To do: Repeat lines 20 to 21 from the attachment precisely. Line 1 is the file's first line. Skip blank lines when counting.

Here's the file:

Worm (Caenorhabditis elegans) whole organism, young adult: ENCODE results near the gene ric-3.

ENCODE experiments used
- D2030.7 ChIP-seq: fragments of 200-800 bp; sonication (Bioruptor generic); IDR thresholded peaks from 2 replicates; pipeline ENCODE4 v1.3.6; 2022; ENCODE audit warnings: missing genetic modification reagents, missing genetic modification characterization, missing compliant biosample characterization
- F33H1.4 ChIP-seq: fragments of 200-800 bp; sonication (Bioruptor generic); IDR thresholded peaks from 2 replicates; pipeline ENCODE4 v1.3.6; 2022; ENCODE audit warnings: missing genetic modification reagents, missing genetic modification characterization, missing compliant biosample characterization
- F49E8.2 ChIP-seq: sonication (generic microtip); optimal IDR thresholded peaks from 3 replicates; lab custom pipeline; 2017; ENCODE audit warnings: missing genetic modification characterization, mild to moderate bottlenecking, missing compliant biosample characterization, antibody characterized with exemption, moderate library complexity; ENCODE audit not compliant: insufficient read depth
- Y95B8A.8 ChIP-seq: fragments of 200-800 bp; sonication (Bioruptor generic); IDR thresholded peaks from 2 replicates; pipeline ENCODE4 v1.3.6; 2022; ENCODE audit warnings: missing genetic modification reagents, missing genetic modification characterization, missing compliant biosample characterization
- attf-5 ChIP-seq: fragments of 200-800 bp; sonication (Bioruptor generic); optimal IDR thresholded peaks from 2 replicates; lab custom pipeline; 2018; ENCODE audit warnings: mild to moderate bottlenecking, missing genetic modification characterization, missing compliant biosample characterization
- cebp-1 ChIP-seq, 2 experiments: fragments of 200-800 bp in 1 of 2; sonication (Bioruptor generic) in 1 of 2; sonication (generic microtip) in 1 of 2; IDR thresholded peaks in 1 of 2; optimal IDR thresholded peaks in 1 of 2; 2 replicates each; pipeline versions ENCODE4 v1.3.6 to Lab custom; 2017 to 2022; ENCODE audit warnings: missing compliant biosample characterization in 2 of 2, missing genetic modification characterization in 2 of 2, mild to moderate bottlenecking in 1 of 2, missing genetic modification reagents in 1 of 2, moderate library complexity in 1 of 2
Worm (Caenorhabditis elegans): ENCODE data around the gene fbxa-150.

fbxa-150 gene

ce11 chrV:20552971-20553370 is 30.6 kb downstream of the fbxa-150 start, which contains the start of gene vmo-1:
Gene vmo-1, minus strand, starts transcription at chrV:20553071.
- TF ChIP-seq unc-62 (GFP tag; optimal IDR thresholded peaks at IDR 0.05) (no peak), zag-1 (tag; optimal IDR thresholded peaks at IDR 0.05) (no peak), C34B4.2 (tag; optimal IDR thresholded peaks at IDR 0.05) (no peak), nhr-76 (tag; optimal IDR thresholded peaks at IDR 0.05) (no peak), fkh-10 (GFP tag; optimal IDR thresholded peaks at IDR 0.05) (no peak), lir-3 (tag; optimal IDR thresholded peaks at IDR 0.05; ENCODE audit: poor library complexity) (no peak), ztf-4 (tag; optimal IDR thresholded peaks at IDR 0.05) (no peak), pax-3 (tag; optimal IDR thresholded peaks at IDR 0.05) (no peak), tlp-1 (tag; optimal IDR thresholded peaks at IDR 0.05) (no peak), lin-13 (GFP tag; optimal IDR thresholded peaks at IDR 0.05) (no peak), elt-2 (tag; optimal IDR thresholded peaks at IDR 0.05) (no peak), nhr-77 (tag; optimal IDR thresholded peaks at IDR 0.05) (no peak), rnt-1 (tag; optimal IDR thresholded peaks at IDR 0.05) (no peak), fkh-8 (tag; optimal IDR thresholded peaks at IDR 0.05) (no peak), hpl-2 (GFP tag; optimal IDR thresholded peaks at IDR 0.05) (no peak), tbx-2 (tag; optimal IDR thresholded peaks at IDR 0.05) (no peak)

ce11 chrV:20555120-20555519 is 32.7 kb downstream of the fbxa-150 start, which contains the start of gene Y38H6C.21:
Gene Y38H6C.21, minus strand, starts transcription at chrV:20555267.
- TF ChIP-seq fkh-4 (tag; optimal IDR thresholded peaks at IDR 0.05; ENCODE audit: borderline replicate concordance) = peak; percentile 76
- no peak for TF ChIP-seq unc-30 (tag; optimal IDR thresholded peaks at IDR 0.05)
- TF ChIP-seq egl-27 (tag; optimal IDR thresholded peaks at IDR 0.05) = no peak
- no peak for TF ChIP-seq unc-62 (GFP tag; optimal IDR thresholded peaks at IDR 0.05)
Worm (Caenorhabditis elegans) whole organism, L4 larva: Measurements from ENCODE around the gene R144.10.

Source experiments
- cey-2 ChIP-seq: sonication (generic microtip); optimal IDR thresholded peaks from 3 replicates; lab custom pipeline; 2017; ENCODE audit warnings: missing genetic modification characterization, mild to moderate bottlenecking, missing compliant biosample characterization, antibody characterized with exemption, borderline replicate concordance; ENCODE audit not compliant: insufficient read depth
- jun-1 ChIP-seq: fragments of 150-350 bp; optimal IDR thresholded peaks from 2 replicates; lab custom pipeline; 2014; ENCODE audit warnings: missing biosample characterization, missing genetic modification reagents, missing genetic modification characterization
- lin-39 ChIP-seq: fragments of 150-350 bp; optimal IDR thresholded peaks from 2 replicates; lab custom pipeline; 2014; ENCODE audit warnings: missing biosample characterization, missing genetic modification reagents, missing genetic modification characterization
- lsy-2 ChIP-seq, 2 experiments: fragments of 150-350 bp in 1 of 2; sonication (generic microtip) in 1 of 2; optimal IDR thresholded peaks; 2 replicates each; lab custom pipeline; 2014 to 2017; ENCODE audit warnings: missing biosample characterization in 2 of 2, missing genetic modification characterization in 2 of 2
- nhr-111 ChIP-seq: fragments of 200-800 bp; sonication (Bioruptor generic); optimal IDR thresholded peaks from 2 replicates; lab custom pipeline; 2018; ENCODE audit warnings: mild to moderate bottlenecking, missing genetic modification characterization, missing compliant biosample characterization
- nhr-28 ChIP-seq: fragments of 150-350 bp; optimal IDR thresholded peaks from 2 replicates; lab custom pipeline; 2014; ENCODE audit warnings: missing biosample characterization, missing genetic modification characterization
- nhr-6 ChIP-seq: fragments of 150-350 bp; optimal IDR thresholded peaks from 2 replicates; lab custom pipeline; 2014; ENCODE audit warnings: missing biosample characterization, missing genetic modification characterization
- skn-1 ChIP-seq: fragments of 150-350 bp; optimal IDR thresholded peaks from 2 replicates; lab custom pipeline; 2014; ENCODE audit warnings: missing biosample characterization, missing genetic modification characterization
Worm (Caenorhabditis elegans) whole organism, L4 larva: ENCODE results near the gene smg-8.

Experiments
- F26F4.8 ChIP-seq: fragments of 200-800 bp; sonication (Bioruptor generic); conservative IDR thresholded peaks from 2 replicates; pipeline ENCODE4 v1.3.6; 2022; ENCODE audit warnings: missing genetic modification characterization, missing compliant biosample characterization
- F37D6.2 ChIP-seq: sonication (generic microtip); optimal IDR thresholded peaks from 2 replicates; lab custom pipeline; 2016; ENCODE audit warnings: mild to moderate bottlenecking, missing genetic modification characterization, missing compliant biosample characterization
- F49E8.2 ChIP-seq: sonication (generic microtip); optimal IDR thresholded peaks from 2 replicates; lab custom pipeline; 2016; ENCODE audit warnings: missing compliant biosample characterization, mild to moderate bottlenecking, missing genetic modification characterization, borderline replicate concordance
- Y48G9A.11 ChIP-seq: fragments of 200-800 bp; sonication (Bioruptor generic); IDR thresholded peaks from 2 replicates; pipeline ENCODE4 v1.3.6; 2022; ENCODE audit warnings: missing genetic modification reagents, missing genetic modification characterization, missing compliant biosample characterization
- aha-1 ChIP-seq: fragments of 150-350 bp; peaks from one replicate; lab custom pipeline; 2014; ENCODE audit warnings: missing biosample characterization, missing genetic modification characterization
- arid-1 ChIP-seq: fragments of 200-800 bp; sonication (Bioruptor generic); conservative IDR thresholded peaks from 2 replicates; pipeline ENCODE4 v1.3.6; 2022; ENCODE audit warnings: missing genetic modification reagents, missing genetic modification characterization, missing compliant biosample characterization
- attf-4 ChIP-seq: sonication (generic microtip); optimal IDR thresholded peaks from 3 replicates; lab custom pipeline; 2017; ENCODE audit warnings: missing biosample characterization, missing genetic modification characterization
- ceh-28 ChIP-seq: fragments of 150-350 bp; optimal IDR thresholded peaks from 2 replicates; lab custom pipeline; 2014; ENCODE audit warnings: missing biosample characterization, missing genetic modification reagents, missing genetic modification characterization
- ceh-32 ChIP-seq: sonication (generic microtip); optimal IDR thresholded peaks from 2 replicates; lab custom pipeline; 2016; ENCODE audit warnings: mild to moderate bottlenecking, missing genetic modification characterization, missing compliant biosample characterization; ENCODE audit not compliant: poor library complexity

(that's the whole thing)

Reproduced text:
Worm (Caenorhabditis elegans) whole organism, L4 larva: Measurements from ENCODE around the gene R144.10.

Source experiments